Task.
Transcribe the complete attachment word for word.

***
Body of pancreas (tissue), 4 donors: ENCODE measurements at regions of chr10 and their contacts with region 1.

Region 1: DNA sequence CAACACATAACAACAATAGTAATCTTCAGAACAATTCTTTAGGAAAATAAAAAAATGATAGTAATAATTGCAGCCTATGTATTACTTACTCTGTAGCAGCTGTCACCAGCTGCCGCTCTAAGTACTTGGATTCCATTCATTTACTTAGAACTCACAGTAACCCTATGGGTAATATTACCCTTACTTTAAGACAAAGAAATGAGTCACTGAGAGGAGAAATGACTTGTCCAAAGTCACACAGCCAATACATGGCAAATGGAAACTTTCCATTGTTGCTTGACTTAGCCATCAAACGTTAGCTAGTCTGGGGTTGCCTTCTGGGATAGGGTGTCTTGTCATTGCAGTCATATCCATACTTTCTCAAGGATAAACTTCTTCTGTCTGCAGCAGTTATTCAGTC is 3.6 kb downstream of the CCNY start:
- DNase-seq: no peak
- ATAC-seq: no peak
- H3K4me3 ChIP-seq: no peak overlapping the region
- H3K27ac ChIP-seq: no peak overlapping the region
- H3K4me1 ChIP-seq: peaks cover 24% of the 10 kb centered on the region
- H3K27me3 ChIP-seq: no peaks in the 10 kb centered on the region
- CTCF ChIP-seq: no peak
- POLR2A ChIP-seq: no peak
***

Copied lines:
Body of pancreas (tissue), 4 donors: ENCODE measurements at regions of chr10 and their contacts with region 1.

Region 1: DNA sequence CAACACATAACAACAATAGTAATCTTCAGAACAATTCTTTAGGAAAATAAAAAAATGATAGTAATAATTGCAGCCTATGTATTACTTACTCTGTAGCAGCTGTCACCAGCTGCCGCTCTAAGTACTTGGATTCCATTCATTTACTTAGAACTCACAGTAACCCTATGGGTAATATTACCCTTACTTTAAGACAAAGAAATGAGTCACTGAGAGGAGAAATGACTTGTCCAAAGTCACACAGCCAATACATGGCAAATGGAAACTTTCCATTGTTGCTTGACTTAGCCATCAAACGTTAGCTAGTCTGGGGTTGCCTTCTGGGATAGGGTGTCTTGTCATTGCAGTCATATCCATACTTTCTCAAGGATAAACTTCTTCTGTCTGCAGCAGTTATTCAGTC is 3.6 kb downstream of the CCNY start:
- DNase-seq: no peak
- ATAC-seq: no peak
- H3K4me3 ChIP-seq: no peak overlapping the region
- H3K27ac ChIP-seq: no peak overlapping the region
- H3K4me1 ChIP-seq: peaks cover 24% of the 10 kb centered on the region
- H3K27me3 ChIP-seq: no peaks in the 10 kb centered on the region
- CTCF ChIP-seq: no peak
- POLR2A ChIP-seq: no peak